Well that was fun, wasn't it? The Showtime Southern 500 at Darlington Raceway was a throwback to everything that made NASCAR exciting in the 1980s. Regan Smith, with a low-budget, single-car team, scored the huge upset win over the big boys, outracing Carl Edwards on the final restart to steal his first career victory (Officially, that is. Don't talk to me about Talladega.).
After the checkers flew, though, Kyle Busch and Kevin Harvick got into a scuffle, as Harvick wouldn't let Busch pull his car into the garage. Harvick parked his car in front of Busch's, got out, and tried to swing at his new enemy, as Busch pushed the unmanned car out of his way and dangerously into the pit wall.
There were fireworks, all right. Fireworks that have set up what could be a hell of an All-Star race in two weeks. We're going to see a lot of scores settled in Charlotte.
So who's hot and who's not heading into Dover? Let's go through the power rankings:
Edwards had fresher tires than Smith at the end of the race, but Goliath just couldn't get by David. Regardless, he's got quite the championship lead at the moment. Now with a 23-point lead over Jimmie Johnson, and his Chase position probably not in question, Edwards and crew chief Bob Osborne can start trying to utilize the old Johnson-Chad Knaus strategy: using the early races of the season as test sessions for the 10 Chase events.
Team 48 bounced back from this early race spin, getting a free pass back onto the lead lap with under 100 laps to go and finishing a respectable 15th. Championship caliber teams minimize the negative impact of their bad days, and by rebounding so well, Johnson managed to do that, even as he's got 23 points to make up on Carl Edwards for the top spot in the standings.
Well...that was fun, wasn't it? Busch led 78 laps, second most of any driver, before falling back and causing the incident with Kevin Harvick and Clint Bowyer. To be fair, though, his analysis of Harvick's driving—not receiving any room from the No. 29 car on the track—didn't look too far off, from the replay. Both drivers race hard at the end of the event, and something had to give. Did Busch overreact by spinning Harvick's car on track and in the pits? Maybe. But the drama is sure fun to watch.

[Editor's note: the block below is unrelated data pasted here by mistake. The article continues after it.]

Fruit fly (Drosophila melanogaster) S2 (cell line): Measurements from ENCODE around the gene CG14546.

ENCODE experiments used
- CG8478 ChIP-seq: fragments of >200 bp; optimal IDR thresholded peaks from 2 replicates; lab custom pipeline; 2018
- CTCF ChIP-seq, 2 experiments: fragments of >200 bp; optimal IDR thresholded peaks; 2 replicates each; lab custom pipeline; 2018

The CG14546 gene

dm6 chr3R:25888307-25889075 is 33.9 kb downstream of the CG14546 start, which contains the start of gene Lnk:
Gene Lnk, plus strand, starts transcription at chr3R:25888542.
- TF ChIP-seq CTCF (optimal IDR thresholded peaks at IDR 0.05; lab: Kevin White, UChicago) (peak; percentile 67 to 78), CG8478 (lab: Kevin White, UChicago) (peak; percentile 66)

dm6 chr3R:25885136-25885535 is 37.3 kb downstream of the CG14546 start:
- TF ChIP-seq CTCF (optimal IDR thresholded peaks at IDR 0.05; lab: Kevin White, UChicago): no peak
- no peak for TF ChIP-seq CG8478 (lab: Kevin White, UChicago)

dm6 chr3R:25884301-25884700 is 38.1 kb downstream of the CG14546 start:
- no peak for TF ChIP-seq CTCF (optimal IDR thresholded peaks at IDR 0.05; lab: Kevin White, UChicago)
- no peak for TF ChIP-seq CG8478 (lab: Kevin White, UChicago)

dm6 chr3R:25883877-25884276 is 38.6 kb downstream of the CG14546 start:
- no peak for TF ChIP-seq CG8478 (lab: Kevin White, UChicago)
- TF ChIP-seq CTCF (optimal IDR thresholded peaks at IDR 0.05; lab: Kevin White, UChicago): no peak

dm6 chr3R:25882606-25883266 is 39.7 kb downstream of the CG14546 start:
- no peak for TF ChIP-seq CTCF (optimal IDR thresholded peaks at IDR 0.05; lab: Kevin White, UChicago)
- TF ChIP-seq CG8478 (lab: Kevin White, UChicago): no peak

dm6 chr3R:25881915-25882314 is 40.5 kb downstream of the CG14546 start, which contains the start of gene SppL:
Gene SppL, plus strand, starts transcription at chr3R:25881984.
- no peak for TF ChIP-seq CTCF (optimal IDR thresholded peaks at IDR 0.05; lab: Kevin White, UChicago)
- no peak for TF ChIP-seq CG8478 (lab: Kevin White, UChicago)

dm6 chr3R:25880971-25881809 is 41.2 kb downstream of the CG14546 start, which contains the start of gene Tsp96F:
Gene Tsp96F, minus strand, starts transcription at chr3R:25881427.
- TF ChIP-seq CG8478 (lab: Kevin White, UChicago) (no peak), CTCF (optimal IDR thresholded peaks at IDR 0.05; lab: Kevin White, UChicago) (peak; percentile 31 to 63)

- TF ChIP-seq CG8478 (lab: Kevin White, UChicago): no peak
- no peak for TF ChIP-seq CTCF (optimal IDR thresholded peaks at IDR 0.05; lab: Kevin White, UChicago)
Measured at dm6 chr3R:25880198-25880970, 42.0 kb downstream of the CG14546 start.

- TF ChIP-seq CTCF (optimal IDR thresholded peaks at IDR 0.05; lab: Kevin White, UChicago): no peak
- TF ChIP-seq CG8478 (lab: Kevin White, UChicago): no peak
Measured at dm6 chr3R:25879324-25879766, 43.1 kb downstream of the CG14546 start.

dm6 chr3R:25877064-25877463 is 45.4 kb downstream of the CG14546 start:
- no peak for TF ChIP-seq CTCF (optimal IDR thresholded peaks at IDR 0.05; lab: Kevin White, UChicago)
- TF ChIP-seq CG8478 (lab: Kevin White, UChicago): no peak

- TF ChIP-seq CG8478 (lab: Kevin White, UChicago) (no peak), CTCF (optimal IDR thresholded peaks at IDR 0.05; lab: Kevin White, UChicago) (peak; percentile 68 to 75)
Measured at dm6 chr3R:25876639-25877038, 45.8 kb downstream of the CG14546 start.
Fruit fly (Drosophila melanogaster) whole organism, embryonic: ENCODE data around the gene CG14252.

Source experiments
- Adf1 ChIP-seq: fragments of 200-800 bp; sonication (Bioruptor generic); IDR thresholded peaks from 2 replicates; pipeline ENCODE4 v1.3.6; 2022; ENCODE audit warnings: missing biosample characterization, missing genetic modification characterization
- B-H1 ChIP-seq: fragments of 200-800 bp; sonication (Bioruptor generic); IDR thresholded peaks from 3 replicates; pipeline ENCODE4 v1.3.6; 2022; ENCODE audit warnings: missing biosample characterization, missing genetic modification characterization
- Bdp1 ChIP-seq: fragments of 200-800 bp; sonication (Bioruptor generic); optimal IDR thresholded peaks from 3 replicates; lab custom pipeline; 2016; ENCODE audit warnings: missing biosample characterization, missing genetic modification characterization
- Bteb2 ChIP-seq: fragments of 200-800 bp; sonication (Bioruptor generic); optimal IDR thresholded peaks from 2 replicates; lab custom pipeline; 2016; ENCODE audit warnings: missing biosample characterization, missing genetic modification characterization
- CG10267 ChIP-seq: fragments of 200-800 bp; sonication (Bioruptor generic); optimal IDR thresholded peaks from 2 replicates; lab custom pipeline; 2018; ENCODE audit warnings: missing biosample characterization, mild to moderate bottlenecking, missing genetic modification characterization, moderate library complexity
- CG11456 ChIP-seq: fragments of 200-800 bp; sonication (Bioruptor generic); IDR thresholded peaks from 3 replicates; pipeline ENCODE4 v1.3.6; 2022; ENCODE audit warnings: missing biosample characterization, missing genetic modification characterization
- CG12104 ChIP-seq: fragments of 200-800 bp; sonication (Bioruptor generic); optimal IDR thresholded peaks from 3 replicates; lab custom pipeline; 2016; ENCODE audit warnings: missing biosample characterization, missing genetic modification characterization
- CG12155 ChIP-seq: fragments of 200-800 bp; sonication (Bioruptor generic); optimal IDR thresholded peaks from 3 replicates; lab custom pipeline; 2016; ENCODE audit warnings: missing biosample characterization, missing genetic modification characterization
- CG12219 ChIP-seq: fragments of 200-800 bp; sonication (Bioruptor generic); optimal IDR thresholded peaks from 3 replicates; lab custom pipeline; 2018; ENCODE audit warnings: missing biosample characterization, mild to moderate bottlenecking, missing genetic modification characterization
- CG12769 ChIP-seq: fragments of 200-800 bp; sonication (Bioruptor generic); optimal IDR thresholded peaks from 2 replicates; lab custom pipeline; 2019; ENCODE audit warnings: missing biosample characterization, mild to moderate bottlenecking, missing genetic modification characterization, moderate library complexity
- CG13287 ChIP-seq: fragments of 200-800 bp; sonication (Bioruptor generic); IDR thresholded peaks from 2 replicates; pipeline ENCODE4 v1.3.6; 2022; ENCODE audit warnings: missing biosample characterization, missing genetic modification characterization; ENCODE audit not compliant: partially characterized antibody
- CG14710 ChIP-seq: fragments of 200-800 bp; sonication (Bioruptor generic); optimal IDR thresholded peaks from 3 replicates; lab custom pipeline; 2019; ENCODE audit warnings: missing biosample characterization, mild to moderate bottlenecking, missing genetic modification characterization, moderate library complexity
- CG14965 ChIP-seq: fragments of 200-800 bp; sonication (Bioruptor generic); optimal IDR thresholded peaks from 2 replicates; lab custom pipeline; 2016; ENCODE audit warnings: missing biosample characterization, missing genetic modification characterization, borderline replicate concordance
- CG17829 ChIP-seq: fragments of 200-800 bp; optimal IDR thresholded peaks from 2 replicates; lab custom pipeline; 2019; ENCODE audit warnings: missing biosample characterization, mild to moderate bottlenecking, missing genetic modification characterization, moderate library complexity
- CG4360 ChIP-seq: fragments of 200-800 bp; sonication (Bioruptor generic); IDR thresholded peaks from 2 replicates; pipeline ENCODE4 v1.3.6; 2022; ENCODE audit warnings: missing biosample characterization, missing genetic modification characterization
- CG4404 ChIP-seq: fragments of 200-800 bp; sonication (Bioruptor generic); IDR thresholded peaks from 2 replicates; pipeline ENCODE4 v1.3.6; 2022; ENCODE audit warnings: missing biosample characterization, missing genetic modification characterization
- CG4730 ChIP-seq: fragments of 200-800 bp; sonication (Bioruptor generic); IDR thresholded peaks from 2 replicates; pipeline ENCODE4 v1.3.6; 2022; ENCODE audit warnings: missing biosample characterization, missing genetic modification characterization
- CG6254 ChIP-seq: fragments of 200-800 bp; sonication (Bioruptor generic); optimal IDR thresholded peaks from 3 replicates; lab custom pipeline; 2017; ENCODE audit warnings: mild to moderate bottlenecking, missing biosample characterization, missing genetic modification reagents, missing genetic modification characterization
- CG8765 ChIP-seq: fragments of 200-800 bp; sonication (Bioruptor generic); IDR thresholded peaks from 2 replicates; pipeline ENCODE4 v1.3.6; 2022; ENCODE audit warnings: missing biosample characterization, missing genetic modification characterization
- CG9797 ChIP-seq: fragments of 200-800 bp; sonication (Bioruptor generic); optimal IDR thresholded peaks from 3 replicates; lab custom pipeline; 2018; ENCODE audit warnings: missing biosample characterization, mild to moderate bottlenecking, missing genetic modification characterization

Junior, like Kurt Busch in the weeks before, seems to be slipping back in the running order a bit lately with his results. You have to wonder if it's just a momentary lapse, or if it will result in Junior lambasting his crew a la Busch at Richmond, because we all know Junior isn't afraid to speak his mind. Then again, I'm probably wrong. They haven't exactly been bad this year.
You know what? When it comes down to it, I think Harvick's just pissed that his Philadelphia Flyers got swept by my Boston Bruins. Payback sucks, don't it, Happy? No more comebacks for you.
Positives: With his fifth place finish and 28 laps led, Newman moved up to sixth in points. And with the Harvick-Busch feud, his spat with Juan Montoya may be swept under the rug, for now.
Negatives: We all found out from Montoya that Newman punches like a girl. So there's that.
Shackleford, the horse wearing No. 14 in the Kentucky Derby, was the pacesetter for a good 80 percent of the famed event. Had he not fallen to fourth, he'd have paid well as a 23-1 underdog. It might have been a good luck charm for Stewart, who, continuing with the gambling theme, almost came up all sevens this weekend: finished seventh, now seventh in points...but six laps led. Alas.
Well...he WAS running decently, until the wreck on lap 365. Too bad that 83.4 driver rating, 16th best in the field, doesn't mean much when you finish 31st.
So calling out his crew at Richmond didn't work so well for Busch, who ended up finishing 27th at Darlington. On the bright side, teammate Brad Keselowski finished third, his push on the restart helping to set up Regan Smith for his first career victory. Hopefully, for his sake, those lines of communication that have supposedly been opened up at Penske since the freakout will lead to a steadier Chase spot.